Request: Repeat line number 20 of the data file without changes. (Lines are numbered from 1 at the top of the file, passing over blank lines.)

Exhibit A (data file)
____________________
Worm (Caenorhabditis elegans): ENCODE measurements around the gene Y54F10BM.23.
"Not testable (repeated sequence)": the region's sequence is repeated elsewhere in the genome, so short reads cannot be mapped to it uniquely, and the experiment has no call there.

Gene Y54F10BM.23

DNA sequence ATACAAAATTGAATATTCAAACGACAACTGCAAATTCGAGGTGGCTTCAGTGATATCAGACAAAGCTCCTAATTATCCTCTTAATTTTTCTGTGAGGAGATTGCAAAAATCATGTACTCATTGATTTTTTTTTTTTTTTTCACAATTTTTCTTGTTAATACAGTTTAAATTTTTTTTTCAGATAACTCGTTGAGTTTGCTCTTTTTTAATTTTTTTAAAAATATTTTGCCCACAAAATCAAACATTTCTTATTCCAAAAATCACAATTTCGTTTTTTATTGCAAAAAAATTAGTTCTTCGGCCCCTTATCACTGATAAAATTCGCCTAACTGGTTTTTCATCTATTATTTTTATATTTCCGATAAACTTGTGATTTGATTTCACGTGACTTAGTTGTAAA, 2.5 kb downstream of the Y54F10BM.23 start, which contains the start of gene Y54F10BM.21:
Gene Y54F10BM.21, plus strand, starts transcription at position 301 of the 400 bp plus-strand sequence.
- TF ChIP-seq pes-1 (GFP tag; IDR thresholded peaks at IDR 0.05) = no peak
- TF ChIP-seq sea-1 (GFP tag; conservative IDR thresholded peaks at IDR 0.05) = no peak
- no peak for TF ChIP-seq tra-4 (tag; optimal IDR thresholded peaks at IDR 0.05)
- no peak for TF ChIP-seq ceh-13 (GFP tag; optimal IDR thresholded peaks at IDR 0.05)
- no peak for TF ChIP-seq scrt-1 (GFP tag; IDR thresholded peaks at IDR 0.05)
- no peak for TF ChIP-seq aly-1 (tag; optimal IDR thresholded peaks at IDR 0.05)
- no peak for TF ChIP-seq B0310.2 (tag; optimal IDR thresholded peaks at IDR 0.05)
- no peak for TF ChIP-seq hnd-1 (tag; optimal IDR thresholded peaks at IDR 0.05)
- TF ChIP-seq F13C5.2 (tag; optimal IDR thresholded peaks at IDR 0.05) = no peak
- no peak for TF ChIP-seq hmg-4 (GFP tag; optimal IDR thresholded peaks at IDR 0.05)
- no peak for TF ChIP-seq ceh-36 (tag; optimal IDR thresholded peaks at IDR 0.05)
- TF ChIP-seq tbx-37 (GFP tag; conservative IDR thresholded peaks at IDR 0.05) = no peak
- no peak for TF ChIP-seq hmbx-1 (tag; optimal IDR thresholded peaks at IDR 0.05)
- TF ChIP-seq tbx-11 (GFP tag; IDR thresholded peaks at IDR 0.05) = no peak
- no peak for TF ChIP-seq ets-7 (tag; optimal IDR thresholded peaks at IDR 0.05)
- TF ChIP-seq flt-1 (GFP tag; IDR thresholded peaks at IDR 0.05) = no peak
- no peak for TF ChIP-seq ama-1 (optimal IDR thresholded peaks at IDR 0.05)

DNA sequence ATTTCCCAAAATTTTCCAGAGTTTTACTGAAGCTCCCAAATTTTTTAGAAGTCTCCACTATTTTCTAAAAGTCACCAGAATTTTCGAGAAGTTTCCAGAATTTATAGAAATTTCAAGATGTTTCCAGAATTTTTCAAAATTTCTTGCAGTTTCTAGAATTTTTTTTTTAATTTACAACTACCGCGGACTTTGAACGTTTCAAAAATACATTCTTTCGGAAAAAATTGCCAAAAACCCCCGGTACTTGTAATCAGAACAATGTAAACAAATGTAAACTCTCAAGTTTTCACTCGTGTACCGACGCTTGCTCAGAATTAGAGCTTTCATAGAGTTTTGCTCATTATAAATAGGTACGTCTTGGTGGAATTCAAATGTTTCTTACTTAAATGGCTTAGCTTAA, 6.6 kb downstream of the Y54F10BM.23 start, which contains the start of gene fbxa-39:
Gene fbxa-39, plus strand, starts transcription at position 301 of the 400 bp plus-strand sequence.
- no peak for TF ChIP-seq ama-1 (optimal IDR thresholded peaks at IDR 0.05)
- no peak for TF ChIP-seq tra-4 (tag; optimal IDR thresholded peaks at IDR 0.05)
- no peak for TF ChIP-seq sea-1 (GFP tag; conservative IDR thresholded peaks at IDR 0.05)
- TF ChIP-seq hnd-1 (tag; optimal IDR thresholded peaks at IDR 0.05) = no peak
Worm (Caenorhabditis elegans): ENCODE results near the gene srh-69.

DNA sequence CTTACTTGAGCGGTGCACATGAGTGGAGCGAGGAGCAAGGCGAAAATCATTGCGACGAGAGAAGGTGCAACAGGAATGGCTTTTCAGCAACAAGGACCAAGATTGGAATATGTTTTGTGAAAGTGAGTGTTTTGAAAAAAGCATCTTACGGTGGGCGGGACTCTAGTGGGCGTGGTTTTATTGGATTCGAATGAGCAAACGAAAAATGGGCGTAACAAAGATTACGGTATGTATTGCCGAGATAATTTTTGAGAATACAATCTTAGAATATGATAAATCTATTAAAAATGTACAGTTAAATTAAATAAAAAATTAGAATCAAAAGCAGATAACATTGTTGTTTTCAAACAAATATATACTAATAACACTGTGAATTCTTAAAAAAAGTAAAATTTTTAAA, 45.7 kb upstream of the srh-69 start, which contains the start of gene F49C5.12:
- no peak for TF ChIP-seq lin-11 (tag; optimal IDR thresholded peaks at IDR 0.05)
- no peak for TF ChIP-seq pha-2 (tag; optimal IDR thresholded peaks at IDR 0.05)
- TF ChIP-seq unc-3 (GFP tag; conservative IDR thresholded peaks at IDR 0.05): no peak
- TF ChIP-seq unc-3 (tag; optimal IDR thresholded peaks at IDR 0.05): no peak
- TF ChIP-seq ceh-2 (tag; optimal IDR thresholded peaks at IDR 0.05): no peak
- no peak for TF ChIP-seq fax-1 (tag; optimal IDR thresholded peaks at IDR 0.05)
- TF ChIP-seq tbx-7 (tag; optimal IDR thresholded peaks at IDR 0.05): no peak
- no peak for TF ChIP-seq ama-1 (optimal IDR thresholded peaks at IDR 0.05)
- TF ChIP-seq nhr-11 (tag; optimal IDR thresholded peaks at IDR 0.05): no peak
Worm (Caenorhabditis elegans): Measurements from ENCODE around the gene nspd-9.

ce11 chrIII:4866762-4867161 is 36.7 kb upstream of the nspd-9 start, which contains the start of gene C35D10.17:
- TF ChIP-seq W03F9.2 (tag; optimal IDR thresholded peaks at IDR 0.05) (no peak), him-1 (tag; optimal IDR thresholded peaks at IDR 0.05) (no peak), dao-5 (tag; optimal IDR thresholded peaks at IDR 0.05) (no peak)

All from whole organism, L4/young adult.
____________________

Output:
- no peak for TF ChIP-seq ets-7 (tag; optimal IDR thresholded peaks at IDR 0.05)